I have to try remember to be careful about Tonks and plastic bags – she finds them, sits in them and loves them to death. I am well aware of the dangers of suffocation, and she normally has no opportunity to cuddle up in a bag while I’m out.
I haven’t taken advantage of the term “Caturday” nearly enough since we got Tonks, so here’s a Caturday post for you!
I’m busily sorting the fleece for Follow Me Down Cousin Jack (the spinning project’s name is inspired by the song in the video at the bottom of this post) and the picked fluff goes into a bag, ready for carding. I had just finished picking my clump for the day, and put it down for a second to go get myself a cuppa. When I turned around, this is what I saw.
I think Tonks is very unsubtly asking me to make her a bed out of alpaca fleece. She has already commandeered my sheepskin rug and my patchwork blanket…this is one battle she won’t win!
Tonks has been very involved in the process since she arrived, and we have a nice rhythm going at the moment. I get up in the morning, eat my breakfast and answer some emails. Then, we go out into the garden and while I’m drinking my second cup of tea of the day, I catch up on blogs and sort through the fleece.
This is working amazingly while the weather is good – sorting the fibre is quite a messy process, it’s very dusty and good to do outside as it means I don’t have to clean the flat after each session. Let’s hope the weather holds, at least until I finish.
I’m trying to sort through the remaining bag of fibre at a rate of a big handful per day so that I actually finish it by the time the year is up. A very scientific method, you see! You’ll have to stay tuned to see how successful I am…
While we’re cat it (hur, get it?!) – John sent me a link for this book the other day. He thought I would absolutely love it, but I have to admit that I’m on the fence. What do you think? (The picture is an affiliate link that will take you to Amazon.)
You won’t find me buying it anytime soon…though I probably wouldn’t return it if I got given it, hehe.
Have a great Caturday.
PS if you’re wondering what I’m on about w.r.t. phone filter and colour theory, read this post.
We were looking at some old posts on Plutonium Muffins last night and found this one on my first magic ball! The story has continued to develop, so I will enlighten you. Before I get started, though, I want to share some of the wisdom about magic balls so that you can understand them slightly better.
What is a magic ball?
This is updated from my last post, as with two years of experience of saving scraps, I now feel better qualified to talk about them! I always have at least one Magic Ball on the go – I like to leave long tails on my yarn, and it always feels like a waste having to throw that away when a project is done. So, I save the scraps, join them, and off we go.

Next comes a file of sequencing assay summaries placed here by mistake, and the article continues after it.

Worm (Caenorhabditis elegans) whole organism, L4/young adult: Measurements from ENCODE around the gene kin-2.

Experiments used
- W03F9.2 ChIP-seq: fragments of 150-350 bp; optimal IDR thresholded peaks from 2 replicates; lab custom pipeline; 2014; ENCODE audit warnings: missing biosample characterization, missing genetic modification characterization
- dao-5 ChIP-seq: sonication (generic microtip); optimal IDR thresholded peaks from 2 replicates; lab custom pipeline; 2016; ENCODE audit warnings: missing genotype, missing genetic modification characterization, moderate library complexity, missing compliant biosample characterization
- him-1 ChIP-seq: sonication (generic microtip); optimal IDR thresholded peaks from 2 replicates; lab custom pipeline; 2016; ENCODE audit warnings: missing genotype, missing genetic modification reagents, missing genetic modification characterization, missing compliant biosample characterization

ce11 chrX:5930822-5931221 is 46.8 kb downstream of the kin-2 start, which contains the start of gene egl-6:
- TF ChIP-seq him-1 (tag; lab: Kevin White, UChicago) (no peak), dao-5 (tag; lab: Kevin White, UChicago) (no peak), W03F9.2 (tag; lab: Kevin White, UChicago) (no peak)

How do I join them? I tie them. There are so many other methods for joining yarn, and I’ll pop links to tutorials for them below. Most of these would leave a knotless join – however, because of the way in which I use my magic balls, I don’t need the yarn to be knotless.
Spit splicing (officially “felted join”: only applicable to natural animal fibre yarns)
The first one I made – the one referred to in the original post – eventually ended up in my Gigantic Blankie. This is what started the evolution of my magic balls – I realised that by knitting them up into projects with multiple strands, it didn’t matter if there were knots. I originally joined them using the Russian join, which is typically my preferred method of joining yarn as I like the control I get through this method, but it can take a really long time – especially if you are very thrifty with your yarn scraps and they’re short.
I now just tie them. Simple, easy and given the end use, it causes no problems with respect to the knots in the fabric. It should be noted that the Gigantic Blankie is now Tonks’ bed, but that is more because she chose it, rather than for any other reason!
Using the yarn in this way also means that if I get any ‘unwanted’ yarn – i.e. samples with magazines, single skeins of something that don’t fit in with my plans or just purchases made on the spur of the moment, I can just tie it into my magic ball and knit on the blanket.
At the moment we have a magic ball sitting in our lounge – it weighs 4 kg and is much, much larger than my head. I just need to get my needles out and I can get going on knitting it up!
If you’ve been following the blog for any amount of time, you’ll know that I love John Arbon Textiles. I did a nice big feature on them on the blog in January, I knitted the Icon Dress in Knit by Numbers yarn, and I have made a point of heading over to see them at as many of the festivals as I’ve been to in recent years. I’ve got to know John and his lovely wife Juliet as people to have a chat with and say hi to when we cross paths, and I’m so excited to be able to continue this association in the future!
John Arbon Goodies